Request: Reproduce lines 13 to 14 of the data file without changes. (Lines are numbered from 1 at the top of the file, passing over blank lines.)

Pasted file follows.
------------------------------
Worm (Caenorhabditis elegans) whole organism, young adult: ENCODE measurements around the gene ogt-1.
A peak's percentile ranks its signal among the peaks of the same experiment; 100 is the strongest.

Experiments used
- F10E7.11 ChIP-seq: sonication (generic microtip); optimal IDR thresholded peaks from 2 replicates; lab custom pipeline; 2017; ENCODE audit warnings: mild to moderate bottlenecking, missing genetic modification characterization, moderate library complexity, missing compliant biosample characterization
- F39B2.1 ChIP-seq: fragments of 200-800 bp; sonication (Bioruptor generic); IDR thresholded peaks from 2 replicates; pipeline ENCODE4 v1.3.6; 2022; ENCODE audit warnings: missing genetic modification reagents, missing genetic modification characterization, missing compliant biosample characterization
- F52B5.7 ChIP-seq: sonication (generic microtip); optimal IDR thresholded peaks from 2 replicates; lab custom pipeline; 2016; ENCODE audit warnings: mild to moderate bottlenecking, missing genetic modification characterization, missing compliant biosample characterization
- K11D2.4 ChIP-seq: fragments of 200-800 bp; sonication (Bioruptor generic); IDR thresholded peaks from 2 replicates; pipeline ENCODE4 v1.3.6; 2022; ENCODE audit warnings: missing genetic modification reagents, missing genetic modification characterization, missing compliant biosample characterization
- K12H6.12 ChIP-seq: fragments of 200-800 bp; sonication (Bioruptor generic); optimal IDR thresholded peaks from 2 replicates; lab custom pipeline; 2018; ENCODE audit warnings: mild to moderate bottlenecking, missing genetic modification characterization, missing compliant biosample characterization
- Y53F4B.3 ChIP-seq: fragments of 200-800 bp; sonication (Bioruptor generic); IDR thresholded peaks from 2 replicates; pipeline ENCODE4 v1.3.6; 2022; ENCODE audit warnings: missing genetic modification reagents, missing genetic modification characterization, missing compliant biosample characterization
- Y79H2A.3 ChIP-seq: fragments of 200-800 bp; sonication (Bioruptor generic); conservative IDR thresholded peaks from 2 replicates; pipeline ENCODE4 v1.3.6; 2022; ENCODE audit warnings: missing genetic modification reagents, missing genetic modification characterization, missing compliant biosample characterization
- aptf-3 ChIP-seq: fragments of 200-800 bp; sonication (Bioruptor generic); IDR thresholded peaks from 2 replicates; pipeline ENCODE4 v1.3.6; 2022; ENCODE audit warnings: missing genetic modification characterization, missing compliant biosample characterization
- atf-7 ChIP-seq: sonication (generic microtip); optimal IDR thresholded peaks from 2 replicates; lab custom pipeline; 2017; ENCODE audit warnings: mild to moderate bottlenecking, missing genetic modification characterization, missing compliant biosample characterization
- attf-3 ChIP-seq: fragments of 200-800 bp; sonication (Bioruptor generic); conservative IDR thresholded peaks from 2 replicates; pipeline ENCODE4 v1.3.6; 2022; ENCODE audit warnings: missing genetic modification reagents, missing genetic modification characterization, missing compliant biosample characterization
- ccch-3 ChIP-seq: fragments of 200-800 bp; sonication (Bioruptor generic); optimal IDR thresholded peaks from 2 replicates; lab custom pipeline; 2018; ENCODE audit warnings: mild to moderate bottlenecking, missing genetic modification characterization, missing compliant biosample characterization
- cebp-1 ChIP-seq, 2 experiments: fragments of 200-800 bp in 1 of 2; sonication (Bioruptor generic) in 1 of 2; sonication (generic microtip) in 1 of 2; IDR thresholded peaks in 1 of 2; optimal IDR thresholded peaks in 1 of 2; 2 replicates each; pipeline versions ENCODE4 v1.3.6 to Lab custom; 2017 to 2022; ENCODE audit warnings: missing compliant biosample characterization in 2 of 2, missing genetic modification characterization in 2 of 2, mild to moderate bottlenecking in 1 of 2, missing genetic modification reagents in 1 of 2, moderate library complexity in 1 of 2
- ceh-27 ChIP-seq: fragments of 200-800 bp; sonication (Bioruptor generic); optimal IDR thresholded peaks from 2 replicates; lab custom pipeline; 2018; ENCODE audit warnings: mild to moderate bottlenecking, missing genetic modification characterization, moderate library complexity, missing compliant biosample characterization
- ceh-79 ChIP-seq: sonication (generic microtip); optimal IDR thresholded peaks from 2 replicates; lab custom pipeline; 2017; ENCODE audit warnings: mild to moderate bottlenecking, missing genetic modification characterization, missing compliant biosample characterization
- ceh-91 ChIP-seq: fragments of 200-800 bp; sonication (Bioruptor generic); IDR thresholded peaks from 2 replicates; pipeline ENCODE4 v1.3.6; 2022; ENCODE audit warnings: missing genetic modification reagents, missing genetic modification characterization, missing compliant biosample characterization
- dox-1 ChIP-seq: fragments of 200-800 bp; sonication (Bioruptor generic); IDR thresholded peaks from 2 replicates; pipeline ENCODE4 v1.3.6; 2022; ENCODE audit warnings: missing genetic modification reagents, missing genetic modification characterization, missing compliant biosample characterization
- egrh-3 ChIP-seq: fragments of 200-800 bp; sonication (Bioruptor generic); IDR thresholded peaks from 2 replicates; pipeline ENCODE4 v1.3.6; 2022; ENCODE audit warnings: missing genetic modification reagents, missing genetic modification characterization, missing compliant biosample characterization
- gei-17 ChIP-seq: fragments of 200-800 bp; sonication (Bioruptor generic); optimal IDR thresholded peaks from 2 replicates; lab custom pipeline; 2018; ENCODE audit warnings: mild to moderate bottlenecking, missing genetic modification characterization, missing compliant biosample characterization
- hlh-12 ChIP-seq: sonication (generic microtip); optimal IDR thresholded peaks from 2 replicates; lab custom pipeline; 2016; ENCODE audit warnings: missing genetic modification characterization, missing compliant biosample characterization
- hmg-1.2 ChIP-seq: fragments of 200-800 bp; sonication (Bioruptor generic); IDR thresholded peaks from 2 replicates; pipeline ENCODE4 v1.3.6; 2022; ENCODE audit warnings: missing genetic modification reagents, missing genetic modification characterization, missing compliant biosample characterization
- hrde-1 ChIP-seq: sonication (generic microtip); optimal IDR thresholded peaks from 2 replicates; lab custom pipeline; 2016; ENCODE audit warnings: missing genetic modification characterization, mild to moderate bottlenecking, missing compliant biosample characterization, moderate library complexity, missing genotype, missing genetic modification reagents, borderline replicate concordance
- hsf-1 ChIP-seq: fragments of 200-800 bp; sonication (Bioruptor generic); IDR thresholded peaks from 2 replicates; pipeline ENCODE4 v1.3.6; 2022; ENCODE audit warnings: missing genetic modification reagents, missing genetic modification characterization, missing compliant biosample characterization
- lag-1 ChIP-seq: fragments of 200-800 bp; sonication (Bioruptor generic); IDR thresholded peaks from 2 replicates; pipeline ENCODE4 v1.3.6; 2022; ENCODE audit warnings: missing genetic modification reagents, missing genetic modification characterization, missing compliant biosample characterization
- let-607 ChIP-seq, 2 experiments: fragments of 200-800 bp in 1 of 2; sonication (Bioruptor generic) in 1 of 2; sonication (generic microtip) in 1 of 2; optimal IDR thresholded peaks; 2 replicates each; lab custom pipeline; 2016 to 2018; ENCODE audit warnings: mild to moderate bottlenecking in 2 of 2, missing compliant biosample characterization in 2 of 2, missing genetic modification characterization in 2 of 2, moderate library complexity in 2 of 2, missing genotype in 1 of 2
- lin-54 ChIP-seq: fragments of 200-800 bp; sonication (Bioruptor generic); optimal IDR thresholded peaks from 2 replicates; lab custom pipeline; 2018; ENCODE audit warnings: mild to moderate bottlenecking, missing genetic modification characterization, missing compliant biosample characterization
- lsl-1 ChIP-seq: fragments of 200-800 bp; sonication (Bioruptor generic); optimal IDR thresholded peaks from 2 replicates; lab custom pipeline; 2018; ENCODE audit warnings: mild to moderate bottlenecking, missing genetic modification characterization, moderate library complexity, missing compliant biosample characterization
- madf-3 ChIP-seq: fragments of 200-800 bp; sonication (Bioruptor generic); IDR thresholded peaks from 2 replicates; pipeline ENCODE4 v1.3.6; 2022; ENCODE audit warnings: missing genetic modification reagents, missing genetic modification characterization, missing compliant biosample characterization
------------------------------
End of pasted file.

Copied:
- attf-3 ChIP-seq: fragments of 200-800 bp; sonication (Bioruptor generic); conservative IDR thresholded peaks from 2 replicates; pipeline ENCODE4 v1.3.6; 2022; ENCODE audit warnings: missing genetic modification reagents, missing genetic modification characterization, missing compliant biosample characterization
- ccch-3 ChIP-seq: fragments of 200-800 bp; sonication (Bioruptor generic); optimal IDR thresholded peaks from 2 replicates; lab custom pipeline; 2018; ENCODE audit warnings: mild to moderate bottlenecking, missing genetic modification characterization, missing compliant biosample characterization